‘I’ll try to cross’: People camped in Dunkirk still hope to get to the UK | Immigration and Asylum

Everyone at the camp on the outskirts of Dunkirk, little more than a scattered group of tents with no toilets or running water, heard about 27 people who drowned on Wednesday.

Everyone knows the risks. But everyone says they still have the same plan, to try to take a boat to the UK, because they don’t believe death will come to them – and because of their hope for a better life.

Mira, an Iraqi Kurd, said he left the city of Sulaymaniyah because there was “no life” at home, a simple phrase repeated by many in and around the camp. He admits that boat travel to Britain is “very dangerous; there will be big waves”, but he is prepared to make the perilous journey in hopes of eventually making money to send it home.

Many in the camp, like Mira, say they came through Belarus. Mohammed, who looks much older than he says 17, said he traveled to Qatar, then Minsk before crossing the border into Poland. Next, cross Germany to the north France It was obvious – but the next part wasn’t.

But charities say the number of people in camps in France's northern region has generally decreased due to the cold autumn
Charities say the number of people in camps in France’s northern region has generally declined due to the autumn cold. Photo: David Levine/The Guardian

The police found me and took me to a hotel near the Spanish border. But I don’t want to go to Spain, I want to come to England. “I have friends in Nottingham, London and Birmingham,” he said. “So I’m back here and I’ll try to cross and join them” – to end a journey that has already taken me over a month.

Mohammed said he would have to find $2,000 to pay the people smuggler for a ferry trip that cost a fraction of that price. It was not immediately clear where the money would come from, though others in the camp said family members at home were paying on their behalf.

Camp sites like the one outside Dunkirk, which lies alongside an abandoned canal and railway line, are at the mercy of French authorities, with charities saying police raids can happen as frequently as every two days.

As a result, the site is very basic; There is minimal protection from the cold, with heating provided by open fires during the day. There are food aid and charities that provide free wi-fi and electricity, allowing people to gather and charge their cell phones, but there are no toilets.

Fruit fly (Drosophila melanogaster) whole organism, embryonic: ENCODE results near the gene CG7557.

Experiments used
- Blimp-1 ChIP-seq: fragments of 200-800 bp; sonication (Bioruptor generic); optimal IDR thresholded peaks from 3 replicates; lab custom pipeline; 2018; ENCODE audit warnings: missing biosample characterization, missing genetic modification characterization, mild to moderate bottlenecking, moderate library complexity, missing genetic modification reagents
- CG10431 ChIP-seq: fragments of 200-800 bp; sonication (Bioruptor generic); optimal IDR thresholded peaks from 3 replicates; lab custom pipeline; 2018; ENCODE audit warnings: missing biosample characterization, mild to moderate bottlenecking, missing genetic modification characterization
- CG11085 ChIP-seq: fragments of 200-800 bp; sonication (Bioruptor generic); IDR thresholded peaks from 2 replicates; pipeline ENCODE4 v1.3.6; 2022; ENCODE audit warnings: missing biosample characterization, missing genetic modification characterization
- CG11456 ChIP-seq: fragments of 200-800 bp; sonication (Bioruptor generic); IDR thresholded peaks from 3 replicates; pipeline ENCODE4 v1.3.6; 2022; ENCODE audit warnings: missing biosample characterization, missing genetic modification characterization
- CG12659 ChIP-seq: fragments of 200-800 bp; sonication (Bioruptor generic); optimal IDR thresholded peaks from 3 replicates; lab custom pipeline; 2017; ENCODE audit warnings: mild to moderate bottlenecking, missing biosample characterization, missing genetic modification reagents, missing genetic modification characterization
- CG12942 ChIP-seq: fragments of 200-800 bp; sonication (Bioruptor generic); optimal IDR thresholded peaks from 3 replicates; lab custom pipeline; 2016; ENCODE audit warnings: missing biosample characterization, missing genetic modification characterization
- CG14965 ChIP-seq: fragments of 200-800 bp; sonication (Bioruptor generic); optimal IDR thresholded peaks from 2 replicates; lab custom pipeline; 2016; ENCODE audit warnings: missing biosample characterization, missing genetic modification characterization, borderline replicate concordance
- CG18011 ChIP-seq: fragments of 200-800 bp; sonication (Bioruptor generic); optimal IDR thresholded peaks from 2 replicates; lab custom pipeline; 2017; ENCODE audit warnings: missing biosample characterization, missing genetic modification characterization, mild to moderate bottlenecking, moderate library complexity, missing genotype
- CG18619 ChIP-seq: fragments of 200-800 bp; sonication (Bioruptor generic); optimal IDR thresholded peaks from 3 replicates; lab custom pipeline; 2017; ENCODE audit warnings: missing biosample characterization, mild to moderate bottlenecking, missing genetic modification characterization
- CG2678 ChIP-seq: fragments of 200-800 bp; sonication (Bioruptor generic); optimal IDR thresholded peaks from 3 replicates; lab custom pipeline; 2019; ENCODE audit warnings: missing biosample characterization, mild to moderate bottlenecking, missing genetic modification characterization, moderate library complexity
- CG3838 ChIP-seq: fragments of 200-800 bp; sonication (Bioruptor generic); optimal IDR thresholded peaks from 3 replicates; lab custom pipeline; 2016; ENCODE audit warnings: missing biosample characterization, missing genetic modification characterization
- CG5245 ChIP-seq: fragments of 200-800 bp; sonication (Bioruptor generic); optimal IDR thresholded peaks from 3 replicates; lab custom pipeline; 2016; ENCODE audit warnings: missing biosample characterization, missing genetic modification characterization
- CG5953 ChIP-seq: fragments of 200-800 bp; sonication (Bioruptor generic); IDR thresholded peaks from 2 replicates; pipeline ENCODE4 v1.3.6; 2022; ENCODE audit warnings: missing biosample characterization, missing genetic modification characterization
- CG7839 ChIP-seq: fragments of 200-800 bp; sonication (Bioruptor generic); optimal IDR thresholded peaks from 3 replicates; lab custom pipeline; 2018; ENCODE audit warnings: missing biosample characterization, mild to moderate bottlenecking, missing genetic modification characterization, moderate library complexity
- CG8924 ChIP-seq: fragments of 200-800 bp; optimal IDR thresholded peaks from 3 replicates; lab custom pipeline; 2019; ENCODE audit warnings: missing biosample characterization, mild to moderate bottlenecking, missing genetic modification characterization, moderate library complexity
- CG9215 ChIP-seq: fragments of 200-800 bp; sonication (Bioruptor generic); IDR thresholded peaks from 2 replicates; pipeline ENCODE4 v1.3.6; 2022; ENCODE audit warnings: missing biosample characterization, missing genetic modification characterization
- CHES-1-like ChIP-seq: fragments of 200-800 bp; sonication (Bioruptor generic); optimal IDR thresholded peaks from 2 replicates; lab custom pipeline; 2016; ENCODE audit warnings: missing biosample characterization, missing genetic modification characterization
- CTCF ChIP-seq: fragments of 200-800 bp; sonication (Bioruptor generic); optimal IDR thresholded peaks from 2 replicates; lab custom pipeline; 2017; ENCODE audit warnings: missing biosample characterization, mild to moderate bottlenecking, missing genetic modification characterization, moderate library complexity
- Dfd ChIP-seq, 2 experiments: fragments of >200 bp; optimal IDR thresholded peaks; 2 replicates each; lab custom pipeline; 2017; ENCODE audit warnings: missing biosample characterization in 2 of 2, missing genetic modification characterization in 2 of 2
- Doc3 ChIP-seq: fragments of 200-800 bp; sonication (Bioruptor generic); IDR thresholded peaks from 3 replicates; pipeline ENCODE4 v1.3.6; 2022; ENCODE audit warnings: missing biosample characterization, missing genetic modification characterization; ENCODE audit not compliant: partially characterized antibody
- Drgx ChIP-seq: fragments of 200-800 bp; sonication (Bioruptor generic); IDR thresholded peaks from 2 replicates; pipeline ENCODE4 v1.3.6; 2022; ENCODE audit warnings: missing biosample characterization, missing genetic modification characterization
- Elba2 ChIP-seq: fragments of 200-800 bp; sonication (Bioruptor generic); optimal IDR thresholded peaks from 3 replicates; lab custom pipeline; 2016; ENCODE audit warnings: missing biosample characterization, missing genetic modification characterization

People charge phones outdoors
Charities provide free electricity for people to charge their phones. Photo: David Levine/The Guardian

Ten days ago, a nearby site near a shopping center was dismantled by order of the French Minister of the Interior, Gerald Darmanin. The directive came after the number of immigrants, mostly young people, doubled from 400 to more than 1,000.

The change in numbers appears to have come after the President of Belarus, Alexander Lukashenko, opened his country to people hoping to come. Europe. But charities say the number of people in camps in France’s northern region has generally fallen due to the autumn cold.

The camp near Dunkirk is dominated by Iraqi Kurds, but people from countries such as Sudan and Eritrea tend to reside in nearby Calais. “Only in and around Calais do we think the number is now close to 1,000; it was 2,000 before that in the summer,” says Alvaro Lucas, coordinator of the charity Refugee Info Bus, which provides advice and support.

What has given the crisis even more prominence is the increasing numbers trying to cross the canal by boat, with even greater danger to life. Matt Cowling, operations coordinator at Care4Calais, a relief charity, said: “What is very frustrating is that we are only talking about 1,500 or 2,000 people who would like to come to the UK. He feels a problem that could easily be resolved if there was a different approach.”

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